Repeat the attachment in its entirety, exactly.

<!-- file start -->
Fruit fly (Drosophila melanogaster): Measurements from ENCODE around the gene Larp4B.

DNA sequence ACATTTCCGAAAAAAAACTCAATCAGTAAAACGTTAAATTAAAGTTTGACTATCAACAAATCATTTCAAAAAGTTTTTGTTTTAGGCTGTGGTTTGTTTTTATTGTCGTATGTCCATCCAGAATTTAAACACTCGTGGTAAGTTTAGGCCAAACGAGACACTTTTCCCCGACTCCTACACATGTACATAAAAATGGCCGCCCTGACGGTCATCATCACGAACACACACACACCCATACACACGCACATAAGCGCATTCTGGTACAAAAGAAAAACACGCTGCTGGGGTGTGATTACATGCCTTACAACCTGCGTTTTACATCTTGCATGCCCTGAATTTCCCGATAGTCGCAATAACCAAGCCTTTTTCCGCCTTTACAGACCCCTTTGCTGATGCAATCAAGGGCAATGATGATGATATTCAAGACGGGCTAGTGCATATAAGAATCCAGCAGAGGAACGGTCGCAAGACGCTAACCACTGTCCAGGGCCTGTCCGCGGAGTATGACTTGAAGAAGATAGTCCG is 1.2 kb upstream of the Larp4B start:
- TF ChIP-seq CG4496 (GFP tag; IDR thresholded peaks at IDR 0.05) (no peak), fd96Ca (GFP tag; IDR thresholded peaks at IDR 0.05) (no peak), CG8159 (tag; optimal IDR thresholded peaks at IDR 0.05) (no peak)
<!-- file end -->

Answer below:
Fruit fly (Drosophila melanogaster): Measurements from ENCODE around the gene Larp4B.

DNA sequence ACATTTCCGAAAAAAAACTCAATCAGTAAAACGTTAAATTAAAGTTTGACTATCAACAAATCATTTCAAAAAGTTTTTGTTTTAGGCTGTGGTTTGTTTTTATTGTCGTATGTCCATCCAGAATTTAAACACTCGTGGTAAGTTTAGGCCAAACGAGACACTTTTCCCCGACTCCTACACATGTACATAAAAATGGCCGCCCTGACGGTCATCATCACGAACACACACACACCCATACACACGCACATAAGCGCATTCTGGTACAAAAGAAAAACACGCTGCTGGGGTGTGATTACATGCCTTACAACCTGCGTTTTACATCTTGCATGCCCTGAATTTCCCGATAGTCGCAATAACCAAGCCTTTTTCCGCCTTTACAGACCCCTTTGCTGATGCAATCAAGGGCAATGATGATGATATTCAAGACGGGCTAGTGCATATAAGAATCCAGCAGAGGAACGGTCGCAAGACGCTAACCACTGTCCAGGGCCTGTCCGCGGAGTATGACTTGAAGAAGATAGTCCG is 1.2 kb upstream of the Larp4B start:
- TF ChIP-seq CG4496 (GFP tag; IDR thresholded peaks at IDR 0.05) (no peak), fd96Ca (GFP tag; IDR thresholded peaks at IDR 0.05) (no peak), CG8159 (tag; optimal IDR thresholded peaks at IDR 0.05) (no peak)